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Assemblyman Donald P. Wagner

Happy New Year!

Happy New Year!

Yes, it’s not January, but when the clock struck midnight on July 1 the state began the new fiscal year. That’s why so much has been said of late about the state budget; for the first time in a long time, the legislature actually has a budget in place by the start of the new budget year.

It was not a pretty thing getting here, and the budget is not a pretty thing to see.

First, the good news: Gov. Brown and the legislative Democrats finally agreed with Republicans about burdensome new taxes being unnecessary. Republicans have long counseled against the governor’s proposed almost $60 billion in new taxes because those taxes would have been a significant burden on hardworking families and a drag on our economy. The governor’s tax plan was precisely the wrong thing to do in the middle of a very fragile recovery. In addition, the tax plan would not have solved the state’s long term problems, as the governor’s budget did not even pretend to put those increased and burdensome taxes towards debt reduction or other worthwhile things. Instead, the taxes were actually just to fund a 27 percent increase in state spending.

But because the GOP in Sacramento stood unified against those misguided taxes, the average California family can expect over $1,000 in annual tax relief beginning today. Republicans are certain that you know better how to spend your money than do Jerry Brown and the legislative Democrats. We are also certain that extra money in the hands of families around the state, and not in the hands of Sacramento politicians, will spur economic growth, allowing businesses to hire, expand, make capital improvements, and otherwise create wealth for all of us.

Now the bad news: The policy choices the Democrats made. While it is true that the Democrats have passed an all-cuts budget on time and which does not continue with crippling taxes, they have done so by making some appallingly bad – and completely unnecessary – policy choices. For example, the Democrats’ budget threatens the public education system to an unprecedented degree. Under the deal negotiated between Gov. Brown and the legislative majority behind closed doors and without a single Republican involved, California’s public school classrooms could see an additional $1.5 billion in cuts if the Democrats’ rosy revenue projections fall short. Meanwhile, the UC and CSU systems could face $100 million more in unnecessary cuts under the same circumstances.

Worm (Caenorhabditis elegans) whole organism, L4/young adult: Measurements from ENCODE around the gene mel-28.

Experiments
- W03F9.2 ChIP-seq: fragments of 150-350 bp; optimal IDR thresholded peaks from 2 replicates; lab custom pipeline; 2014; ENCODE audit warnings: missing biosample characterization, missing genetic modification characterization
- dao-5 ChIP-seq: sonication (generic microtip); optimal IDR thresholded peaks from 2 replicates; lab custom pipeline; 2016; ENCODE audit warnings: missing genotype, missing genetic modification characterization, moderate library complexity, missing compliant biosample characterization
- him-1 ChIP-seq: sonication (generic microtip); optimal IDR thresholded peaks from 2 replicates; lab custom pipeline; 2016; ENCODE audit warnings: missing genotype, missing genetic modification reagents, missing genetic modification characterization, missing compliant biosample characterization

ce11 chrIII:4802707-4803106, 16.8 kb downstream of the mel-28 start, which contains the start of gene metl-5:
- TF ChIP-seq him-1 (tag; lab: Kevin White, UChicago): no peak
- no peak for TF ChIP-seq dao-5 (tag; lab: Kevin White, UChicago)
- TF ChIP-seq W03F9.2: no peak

The governor/Democrat majority budget also goes forward with a reckless public safety “realignment” proposal which puts all Californians at substantially greater risk of becoming crime victims. This proposal threatens to turn loose tens of thousands or more violent criminals, yet prison costs will continue to escalate because of the governor’s recently negotiated union pay give aways.

These proposals are wholly unnecessary because the Republicans back in early May released our own road map towards a balanced budget which avoided each one of these policy blunders. We demonstrated that the budget could be balanced without further cuts to education and public safety. Sadly, the Democrats refused to follow that road map. Moreover, their budget contains at least two illegal fee increases, including a $12 increase to the vehicle registration fee. Frankly, this budget is as bad, as out of balance, and as dangerous to California’s fiscal health as the one Gov. Brown vetoed two weeks ago.

As with any new year, though, it is time for resolutions. I urge my Democrat colleagues to resolve in the coming fiscal year to join Republicans, rather than ignore us. Resolve to work with us in solving California’s problems, rather than repeat the mistakes that got the state into its current predicament. Resolve to pass legislation undoing much of the damage wrought by this new budget. If Sacramento Democrats can keep these new year’s resolutions, then, together, we will put Californians back to work, strengthen our business community, and put our fiscal house in order.